“He went to two mini-camps, I went to two mini-camps. He went to the CFL, and I went to the CFL. He went to the Iowa Barnstormers, and I went to the Iowa Barnstormers. I want to be him. Whether or not that will happen or not, by God’s grace, who knows?”
Partridge will have the luxury of having returning wide receiver Brady Roland back on team in 2017 after having led the IFL in receptions with 95 for 1,085 yards and 22 touchdowns.
In his two-year career in the IFL, Roland has caught 148 passes for 1,749 yards and 36 touchdowns. He was named as an All-IFL selection, including a First Team selection in 2016.
Things didn’t go as planned last year, he said, but the positive part of finishing at the bottom is that there’s nowhere to go but up.
“Last year, we had some things happen, had some injuries at the quarterback position and some new guys coming in, and it was hard to come back from,” he said. “We just really couldn’t buy a win.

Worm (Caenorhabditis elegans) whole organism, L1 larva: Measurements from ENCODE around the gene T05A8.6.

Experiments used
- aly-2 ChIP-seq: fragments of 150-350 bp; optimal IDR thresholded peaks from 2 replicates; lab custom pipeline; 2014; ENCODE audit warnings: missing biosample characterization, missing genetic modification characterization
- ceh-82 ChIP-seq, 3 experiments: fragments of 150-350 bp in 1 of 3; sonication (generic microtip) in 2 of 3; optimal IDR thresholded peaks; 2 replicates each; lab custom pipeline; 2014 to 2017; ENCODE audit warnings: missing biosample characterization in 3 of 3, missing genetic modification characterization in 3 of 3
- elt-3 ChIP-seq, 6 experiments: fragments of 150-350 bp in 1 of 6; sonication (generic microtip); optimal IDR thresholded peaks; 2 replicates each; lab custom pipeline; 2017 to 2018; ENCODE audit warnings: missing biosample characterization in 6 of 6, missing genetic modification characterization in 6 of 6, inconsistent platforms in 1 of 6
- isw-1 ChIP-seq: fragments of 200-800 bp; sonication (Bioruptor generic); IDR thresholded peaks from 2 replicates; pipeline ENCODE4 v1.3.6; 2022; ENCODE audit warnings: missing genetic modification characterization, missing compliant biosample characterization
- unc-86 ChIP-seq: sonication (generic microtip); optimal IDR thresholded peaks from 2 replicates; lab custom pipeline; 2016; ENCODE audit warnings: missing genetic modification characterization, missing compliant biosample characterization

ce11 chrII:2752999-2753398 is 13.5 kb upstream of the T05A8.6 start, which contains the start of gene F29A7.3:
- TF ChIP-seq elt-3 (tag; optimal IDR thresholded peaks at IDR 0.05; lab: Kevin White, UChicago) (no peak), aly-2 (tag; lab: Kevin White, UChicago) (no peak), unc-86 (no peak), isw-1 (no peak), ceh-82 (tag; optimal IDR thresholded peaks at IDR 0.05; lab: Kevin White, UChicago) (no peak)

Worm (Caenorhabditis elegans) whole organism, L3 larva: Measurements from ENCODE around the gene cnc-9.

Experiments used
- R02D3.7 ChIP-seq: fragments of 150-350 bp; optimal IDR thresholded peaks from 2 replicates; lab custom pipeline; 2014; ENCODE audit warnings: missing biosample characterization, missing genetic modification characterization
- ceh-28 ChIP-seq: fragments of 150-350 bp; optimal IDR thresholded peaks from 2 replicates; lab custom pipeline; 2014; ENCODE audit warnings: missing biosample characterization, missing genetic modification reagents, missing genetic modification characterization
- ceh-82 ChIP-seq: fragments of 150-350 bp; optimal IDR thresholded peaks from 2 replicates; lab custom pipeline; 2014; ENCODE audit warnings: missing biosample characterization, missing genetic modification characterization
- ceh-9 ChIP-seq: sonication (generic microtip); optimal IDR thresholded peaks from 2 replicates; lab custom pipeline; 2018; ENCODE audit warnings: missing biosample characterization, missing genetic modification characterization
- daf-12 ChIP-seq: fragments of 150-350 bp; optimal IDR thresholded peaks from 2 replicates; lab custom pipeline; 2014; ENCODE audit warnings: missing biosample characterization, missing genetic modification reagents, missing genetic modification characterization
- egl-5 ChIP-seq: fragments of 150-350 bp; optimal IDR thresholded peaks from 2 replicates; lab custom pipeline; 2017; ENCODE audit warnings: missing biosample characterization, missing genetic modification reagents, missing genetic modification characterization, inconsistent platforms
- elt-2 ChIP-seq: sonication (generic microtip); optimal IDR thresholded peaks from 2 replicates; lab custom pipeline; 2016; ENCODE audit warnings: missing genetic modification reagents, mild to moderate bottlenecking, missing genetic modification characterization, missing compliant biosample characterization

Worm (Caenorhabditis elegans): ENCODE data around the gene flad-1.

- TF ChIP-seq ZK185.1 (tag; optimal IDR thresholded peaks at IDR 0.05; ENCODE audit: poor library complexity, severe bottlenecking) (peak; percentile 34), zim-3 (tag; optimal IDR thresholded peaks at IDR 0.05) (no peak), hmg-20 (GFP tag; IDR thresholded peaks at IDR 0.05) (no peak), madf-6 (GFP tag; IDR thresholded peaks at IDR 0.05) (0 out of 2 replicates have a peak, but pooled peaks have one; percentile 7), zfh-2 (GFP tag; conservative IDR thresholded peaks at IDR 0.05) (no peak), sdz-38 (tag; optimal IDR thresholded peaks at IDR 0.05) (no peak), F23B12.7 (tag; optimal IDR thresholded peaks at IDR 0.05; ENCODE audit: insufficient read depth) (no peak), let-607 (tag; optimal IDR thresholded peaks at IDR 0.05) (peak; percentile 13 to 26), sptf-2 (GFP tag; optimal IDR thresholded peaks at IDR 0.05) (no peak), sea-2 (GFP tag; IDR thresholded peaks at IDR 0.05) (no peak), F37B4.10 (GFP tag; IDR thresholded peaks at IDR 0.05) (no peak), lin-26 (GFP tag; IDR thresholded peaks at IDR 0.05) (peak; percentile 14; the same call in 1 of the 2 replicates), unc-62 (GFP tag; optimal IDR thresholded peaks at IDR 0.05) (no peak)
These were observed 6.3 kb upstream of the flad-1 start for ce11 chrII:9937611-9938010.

“This year is a fresh start — and hopefully more victories. I want to win. We all do.”
Behind the scenes
The Barnstomers kick off the season on March 26 with a Family Night game against the Cedar Rapids Titans. Marketing and social media coordinator Juli Pettit said the franchise’s goal is to make each game an event.
“Indoor Football is such a fast paced, physical sport,” Pettit said. “We really strive to keep that energy up throughout the game with our in-game and concourse activities as well.”